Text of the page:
JB: "for the mass prison population, the aim is not to activate them, but to keep them in a state of passive uncertainty, and to remind them, remind them remorselessly, that there is nothing in life but risk, and that the earth is an unsafe place. this is done with carefully selected information, with misinformation, commentaries, rumors, fictions. and insofar as this operation succeeds, it proposes and maintains a hallucinating paradox, for it tricks a prison population into believing that the priority, for each one of them, is to make arrangements for their own personal protection, and to acquire somehow (even though incarcerated) their own particular exemption from the common fate. and this image of mankind has transmitted through a view of the world is truly without precedent. mankind is presented as a card: only winners are brave; and in addition, there are no gifts -- there are only prizes.
"but prisoners have always found ways of communicating with one another. and in today's global prison, cyberspace can be used against the interests of those who first installed it. think about it. like this, prisoners inform themselves about what the world does each day; and they follow suppressed stories from the past; and so stand shoulder-to-shoulder with the dead.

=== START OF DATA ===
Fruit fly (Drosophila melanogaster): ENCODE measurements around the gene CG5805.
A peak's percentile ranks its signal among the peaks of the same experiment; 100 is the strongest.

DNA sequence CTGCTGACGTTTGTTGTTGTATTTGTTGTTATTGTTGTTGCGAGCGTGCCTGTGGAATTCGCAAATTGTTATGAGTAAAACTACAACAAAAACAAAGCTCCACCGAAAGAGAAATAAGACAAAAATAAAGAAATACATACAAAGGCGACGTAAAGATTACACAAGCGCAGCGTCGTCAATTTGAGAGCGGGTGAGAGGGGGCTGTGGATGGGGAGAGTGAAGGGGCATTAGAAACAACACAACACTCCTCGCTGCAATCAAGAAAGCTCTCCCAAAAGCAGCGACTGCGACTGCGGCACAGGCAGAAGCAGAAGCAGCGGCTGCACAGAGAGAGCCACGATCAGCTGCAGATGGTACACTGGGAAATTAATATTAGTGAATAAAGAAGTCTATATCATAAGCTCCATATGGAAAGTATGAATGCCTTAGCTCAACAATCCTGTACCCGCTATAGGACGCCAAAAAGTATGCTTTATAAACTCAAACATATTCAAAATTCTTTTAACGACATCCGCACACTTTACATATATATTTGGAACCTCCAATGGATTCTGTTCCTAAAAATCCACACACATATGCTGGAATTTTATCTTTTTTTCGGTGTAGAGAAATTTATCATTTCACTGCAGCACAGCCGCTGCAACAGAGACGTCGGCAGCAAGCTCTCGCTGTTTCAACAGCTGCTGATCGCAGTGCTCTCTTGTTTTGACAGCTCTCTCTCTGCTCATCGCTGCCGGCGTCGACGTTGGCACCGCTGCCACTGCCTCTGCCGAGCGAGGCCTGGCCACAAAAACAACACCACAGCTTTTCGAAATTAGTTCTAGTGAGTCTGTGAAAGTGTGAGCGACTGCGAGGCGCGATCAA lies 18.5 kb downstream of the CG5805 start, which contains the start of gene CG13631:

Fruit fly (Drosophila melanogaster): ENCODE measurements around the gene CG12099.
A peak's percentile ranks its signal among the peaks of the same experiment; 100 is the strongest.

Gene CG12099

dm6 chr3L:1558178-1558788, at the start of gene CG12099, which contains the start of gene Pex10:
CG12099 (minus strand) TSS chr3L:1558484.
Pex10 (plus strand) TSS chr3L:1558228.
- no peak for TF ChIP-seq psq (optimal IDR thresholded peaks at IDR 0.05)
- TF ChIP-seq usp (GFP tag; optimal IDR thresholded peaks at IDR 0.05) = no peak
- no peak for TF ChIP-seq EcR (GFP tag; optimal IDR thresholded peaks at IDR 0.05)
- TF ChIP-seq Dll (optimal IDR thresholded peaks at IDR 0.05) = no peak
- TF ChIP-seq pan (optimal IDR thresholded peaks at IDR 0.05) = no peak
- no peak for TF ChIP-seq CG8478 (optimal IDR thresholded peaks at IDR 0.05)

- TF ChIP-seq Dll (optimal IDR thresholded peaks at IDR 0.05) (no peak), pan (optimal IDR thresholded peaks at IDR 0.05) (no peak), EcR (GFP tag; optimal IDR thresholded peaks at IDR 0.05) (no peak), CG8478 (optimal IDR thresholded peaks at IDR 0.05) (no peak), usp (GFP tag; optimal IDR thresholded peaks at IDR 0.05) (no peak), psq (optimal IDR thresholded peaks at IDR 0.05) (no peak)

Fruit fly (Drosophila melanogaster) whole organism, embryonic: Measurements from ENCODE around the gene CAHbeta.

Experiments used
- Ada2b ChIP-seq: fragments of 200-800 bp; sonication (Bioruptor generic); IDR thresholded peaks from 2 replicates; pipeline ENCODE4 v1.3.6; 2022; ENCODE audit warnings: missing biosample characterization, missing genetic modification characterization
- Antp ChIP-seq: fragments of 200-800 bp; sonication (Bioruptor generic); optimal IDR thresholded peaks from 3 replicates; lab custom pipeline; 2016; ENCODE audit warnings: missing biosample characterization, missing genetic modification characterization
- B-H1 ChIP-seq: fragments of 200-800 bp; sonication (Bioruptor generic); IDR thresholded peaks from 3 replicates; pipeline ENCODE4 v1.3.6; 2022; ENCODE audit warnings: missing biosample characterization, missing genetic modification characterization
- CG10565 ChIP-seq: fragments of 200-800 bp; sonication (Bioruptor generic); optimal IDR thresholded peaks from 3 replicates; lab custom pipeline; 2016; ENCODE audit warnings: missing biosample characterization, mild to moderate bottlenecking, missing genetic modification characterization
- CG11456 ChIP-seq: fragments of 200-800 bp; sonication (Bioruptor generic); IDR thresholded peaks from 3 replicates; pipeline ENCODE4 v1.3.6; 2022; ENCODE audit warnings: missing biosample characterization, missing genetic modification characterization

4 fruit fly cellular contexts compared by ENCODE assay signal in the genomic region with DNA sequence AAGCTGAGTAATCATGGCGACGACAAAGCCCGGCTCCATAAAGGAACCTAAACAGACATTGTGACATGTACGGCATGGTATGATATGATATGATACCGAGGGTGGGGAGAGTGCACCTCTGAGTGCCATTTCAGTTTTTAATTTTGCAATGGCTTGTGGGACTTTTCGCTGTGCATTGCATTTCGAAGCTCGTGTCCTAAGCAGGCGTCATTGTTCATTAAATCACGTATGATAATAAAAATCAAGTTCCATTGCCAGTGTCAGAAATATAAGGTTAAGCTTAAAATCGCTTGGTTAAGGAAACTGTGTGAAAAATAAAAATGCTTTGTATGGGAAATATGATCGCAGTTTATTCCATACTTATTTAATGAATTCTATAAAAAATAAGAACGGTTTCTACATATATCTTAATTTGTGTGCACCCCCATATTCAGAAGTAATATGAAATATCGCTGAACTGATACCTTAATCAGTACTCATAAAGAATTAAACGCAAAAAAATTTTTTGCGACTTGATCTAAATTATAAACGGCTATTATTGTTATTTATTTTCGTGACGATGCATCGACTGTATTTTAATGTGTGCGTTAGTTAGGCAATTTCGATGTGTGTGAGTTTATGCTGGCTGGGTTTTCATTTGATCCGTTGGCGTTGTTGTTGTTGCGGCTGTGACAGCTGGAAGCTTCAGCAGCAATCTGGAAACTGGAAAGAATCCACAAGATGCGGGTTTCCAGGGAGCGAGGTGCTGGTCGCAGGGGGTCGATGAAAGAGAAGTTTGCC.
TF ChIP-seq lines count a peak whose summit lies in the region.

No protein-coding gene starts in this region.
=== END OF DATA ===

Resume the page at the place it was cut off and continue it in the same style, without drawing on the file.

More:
"and in doing so, they rediscover little gifts, examples of courage: a single rose in a kitchen where there's not enough to eat; indelible pains; the indefatigability of mothers; laughter; mutual aid; silence; ever-widening resistance; willing sacrifice; more laughter."
JB: "the fact that the world's tyrants are ex-territorial explains the extent of their overseeing power, but it also indicates a coming weakness. they operate in cyberspace , and they lodge in guarded condominiums, but they have no knowledge of the surrounding earth.